Looking at some specifications on line. According to this all transformers in Mexico are subtractive and all transformers in Canada are additive. Not all the detailed things to remember as American transformers.

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Re: Polarity of tranformers

Post  MI-Lineman on Mon Apr 09, 2012 8:05 pm

wtdoor67 wrote:Looking at some specifications on line. According to this all transformers in Mexico are subtractive and all transformers in Canada are additive. Not all the detailed things to remember as American transformers.

Tequila, Corona, and now a simpler standard for transformers! Man Mexico's gonna surpass us soon!! Laughing
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Additive

Post  rcdallas on Wed Apr 11, 2012 11:34 pm

Mike, I came across this 25kva and it's additive polarity. It's not listed where I would think it'd be on the name plate up toward the top portion...it's listed just below the schematic of the coils.

Though I suppose really it doesn't matter as every padmount I've come across always had the secondary labeled. X1,X2,X3 or maybe X0,X1,X,2,X3 or even X1,X2,X3,X4. Couple of places you might see where two of them are banked together. I think it'd be cool to bank 6 of them together Very Happy

Now one other thing I learned awhile back; it's not exactly industry standard but manufactures were making an effort to differentiate underground and overhead just by the way the voltages are listed on the name plate. 7200/12470 would be overhead and 12470/7200 is underground.


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Transformer voltage markings etc .

Post  wtdoor67 on Sat Jun 02, 2012 10:29 am

rcdallas™️ wrote:Mike, I came across this 25kva and it's additive polarity. It's not listed where I would think it'd be on the name plate up toward the top portion...it's listed just below the schematic of the coils.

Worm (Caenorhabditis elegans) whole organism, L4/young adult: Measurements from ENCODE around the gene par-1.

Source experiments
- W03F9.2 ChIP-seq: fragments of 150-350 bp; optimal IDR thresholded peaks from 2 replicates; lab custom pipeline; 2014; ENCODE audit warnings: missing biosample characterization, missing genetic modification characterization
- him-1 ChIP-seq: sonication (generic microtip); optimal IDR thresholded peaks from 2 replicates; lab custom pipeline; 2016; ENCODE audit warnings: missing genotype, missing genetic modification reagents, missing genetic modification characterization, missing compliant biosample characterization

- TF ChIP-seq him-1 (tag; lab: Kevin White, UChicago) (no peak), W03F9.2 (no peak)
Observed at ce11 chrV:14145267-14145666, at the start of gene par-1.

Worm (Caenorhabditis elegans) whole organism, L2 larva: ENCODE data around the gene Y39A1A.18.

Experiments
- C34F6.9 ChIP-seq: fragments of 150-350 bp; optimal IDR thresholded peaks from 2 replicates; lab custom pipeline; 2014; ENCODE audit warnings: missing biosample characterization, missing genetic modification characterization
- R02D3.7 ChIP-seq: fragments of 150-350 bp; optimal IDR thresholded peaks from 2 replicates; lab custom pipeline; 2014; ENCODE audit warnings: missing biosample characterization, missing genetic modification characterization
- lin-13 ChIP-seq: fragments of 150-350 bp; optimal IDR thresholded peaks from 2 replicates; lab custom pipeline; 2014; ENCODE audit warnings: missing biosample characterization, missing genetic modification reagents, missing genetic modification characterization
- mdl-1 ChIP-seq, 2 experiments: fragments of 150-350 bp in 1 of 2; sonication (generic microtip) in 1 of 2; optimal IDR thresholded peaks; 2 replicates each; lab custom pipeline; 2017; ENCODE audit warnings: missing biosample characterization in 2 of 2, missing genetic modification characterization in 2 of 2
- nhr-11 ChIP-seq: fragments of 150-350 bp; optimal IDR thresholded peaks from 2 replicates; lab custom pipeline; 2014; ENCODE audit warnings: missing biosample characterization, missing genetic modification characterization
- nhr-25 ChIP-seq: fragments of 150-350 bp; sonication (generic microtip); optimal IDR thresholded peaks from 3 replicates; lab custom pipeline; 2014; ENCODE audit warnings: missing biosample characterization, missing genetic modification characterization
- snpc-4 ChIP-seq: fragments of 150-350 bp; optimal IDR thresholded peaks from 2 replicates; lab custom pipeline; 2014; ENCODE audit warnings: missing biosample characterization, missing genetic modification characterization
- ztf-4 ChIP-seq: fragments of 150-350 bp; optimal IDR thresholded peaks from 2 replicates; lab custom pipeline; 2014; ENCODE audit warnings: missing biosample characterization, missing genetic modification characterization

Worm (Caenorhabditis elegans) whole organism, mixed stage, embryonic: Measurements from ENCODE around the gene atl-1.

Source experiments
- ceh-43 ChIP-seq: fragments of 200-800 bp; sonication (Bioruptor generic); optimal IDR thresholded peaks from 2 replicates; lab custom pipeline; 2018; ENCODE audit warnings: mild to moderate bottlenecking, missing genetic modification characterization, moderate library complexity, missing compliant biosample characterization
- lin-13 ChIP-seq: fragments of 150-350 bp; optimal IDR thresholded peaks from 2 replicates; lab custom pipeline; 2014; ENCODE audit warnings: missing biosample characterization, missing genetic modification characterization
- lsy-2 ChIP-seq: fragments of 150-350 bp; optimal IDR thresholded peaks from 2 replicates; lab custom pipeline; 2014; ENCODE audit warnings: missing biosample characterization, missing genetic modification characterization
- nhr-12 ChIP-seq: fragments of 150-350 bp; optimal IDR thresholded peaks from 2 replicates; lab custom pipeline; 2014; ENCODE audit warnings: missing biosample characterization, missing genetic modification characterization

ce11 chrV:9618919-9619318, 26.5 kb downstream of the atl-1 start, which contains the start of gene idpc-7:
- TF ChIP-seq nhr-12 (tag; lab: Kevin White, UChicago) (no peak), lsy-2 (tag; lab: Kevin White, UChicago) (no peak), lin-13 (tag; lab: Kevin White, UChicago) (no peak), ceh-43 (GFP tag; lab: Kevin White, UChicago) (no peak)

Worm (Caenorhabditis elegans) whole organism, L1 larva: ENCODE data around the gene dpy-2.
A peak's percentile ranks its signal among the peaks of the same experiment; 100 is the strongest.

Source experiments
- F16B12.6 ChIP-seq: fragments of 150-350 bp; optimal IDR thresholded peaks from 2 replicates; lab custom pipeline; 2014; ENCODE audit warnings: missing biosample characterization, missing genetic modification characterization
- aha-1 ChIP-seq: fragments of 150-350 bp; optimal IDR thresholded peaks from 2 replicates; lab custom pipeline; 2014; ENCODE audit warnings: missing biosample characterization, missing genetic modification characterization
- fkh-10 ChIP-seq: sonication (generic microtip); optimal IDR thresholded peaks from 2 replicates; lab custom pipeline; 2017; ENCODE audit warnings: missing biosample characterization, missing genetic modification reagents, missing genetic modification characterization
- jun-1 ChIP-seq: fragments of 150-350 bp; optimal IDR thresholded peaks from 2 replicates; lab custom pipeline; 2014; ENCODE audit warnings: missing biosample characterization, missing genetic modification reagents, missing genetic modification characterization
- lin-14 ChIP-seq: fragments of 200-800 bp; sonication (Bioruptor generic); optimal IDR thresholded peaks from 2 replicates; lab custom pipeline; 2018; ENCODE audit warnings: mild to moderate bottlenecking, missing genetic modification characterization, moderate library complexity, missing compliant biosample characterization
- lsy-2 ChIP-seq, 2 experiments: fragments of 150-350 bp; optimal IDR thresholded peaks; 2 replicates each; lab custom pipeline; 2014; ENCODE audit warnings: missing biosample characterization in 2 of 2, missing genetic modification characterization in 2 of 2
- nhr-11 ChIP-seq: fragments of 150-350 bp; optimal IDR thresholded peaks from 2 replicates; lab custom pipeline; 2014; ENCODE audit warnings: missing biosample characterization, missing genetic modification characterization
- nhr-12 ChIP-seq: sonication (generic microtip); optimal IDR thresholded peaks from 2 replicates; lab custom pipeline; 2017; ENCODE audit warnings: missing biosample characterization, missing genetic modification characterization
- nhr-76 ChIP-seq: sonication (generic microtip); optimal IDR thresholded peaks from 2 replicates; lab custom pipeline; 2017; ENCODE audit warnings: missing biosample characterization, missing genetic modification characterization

Though I suppose really it doesn't matter as every padmount I've come across always had the secondary labeled. X1,X2,X3 or maybe X0,X1,X,2,X3 or even X1,X2,X3,X4. Couple of places you might see where two of them are banked together. I think it'd be cool to bank 6 of them together Very Happy

Now one other thing I learned awhile back; it's not exactly industry standard but manufactures were making an effort to differentiate underground and overhead just by the way the voltages are listed on the name plate. 7200/12470 would be overhead and 12470/7200 is underground.



The order of the voltage rating numbers indicate the number of bushings of the transformer. If for example it says 7200/12470, then the pot has 2 primary bushings. If the numbers are in the order of 12470/7200, then it has only one primary bushing. This applies to single phase pots, I don't recall the rule for 3 phase pots.

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Re: Polarity of tranformers

Post  rcdallas on Wed Jun 06, 2012 3:48 am

watertightdoor67 - Ok Cowboy wrote:
The order of the voltage rating numbers indicate the number of bushings of the transformer. If for example it says 7200/12470, then the pot has 2 primary bushings. If the numbers are in the order of 12470/7200, then it has only one primary bushing. This applies to single phase pots, I don't recall the rule for 3 phase pots.

When I went to SLTC; if I reckon the order defined underground vs overhead and when I went through the CAPS classes for my apeship I'd bet my poker chips that was brought up then too.

BUT

Who knows; I'll keep an eye out for what your saying. Next time I get around a transformer dock I'll have a gander. Maybe different manufacturers do different things.

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Re: Polarity of tranformers